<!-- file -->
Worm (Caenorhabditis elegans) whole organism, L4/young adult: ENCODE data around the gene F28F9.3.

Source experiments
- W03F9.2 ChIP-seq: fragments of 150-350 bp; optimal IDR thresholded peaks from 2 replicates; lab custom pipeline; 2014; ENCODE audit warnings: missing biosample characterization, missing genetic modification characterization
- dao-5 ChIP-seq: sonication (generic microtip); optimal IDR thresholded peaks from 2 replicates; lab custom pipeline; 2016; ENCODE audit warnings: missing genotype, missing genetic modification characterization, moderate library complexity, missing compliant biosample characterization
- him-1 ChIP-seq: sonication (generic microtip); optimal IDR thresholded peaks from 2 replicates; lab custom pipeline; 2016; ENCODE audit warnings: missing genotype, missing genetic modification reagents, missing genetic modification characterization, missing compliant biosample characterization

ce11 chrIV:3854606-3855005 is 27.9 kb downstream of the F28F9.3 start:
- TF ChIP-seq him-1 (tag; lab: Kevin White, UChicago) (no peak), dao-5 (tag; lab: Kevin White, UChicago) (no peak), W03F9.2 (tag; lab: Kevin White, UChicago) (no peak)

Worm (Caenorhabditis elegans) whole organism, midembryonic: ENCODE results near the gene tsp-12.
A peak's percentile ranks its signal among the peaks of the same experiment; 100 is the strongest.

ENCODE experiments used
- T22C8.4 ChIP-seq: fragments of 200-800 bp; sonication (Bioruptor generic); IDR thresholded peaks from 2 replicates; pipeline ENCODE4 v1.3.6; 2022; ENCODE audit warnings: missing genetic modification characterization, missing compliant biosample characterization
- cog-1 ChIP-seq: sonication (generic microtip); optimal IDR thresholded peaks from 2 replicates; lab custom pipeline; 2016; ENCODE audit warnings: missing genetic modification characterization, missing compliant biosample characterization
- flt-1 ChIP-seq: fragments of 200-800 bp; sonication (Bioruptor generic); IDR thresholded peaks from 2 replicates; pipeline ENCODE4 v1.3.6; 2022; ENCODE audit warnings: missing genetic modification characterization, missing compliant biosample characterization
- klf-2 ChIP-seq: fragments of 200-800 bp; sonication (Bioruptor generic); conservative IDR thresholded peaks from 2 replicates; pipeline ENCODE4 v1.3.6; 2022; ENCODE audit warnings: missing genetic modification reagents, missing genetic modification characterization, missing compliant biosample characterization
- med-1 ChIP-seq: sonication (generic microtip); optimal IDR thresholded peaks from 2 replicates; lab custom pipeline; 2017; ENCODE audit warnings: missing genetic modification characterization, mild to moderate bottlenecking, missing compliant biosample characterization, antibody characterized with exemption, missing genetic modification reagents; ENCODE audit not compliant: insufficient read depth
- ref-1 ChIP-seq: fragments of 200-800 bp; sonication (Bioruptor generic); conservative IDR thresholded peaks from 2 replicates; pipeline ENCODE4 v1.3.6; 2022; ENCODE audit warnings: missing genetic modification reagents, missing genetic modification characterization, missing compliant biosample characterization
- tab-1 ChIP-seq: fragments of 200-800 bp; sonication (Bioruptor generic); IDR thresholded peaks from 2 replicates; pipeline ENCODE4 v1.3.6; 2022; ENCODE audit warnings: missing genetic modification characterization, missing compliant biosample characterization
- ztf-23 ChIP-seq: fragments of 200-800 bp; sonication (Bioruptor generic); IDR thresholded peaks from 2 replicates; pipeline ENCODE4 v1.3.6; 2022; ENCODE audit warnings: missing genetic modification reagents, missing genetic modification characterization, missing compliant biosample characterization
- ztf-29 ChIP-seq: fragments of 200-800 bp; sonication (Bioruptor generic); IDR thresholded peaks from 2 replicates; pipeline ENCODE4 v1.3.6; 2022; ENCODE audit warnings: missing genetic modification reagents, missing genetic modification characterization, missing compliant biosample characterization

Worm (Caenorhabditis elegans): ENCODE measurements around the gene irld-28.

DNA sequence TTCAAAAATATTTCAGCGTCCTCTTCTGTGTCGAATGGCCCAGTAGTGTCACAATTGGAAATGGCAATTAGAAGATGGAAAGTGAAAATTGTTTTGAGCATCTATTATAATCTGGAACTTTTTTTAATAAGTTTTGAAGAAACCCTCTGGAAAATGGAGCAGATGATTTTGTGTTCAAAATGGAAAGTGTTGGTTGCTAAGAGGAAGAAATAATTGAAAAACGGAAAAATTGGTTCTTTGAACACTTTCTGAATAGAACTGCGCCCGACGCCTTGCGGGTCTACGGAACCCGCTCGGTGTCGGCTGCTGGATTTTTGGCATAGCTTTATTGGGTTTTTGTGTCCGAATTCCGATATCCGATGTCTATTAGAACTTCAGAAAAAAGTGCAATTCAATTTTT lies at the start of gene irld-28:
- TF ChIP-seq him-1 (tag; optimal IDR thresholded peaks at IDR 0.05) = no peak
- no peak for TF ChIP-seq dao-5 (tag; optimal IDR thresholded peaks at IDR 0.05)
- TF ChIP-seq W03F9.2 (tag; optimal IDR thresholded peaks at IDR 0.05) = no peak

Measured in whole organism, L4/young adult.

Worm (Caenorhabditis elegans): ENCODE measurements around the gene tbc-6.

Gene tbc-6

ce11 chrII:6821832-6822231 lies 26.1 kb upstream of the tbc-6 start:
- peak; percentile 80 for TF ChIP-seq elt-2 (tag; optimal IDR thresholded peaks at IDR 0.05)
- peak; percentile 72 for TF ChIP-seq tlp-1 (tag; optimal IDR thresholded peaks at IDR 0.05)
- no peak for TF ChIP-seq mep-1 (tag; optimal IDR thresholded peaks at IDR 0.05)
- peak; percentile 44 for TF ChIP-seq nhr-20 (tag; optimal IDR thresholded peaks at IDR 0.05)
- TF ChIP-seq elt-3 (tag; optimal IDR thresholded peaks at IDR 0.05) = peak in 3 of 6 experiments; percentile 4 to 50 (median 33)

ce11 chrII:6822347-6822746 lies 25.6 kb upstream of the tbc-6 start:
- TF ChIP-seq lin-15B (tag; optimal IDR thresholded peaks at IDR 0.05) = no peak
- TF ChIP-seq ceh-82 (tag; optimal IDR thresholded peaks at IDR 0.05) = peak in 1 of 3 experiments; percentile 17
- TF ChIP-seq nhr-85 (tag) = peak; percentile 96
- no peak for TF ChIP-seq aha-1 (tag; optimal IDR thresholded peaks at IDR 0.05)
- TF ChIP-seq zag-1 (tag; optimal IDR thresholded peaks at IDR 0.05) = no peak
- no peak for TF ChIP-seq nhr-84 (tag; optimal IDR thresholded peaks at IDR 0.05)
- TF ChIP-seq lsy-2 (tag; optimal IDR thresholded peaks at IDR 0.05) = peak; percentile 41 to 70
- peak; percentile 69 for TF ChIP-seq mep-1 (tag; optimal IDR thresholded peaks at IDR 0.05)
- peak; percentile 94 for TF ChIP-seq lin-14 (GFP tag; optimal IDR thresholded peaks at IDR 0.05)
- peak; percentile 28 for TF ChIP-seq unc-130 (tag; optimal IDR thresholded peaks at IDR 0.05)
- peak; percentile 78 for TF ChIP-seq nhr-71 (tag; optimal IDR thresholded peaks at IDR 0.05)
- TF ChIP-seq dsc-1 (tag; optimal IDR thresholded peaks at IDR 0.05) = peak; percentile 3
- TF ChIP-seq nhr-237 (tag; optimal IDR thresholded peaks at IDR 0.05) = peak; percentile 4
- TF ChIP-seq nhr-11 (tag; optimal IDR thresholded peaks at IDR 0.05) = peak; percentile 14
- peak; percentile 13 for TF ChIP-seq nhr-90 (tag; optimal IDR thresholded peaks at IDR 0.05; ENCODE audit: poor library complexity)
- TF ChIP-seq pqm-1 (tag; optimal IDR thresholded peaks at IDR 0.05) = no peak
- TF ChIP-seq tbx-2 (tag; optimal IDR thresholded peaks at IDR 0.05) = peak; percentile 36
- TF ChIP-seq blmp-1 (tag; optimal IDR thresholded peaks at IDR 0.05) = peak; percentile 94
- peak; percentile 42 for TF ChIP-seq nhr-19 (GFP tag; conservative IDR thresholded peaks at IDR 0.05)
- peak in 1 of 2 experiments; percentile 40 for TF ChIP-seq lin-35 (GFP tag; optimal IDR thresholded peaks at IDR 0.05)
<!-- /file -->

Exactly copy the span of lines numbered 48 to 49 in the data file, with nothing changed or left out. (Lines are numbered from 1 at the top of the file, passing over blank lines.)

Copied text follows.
- TF ChIP-seq nhr-11 (tag; optimal IDR thresholded peaks at IDR 0.05) = peak; percentile 14
- peak; percentile 13 for TF ChIP-seq nhr-90 (tag; optimal IDR thresholded peaks at IDR 0.05; ENCODE audit: poor library complexity)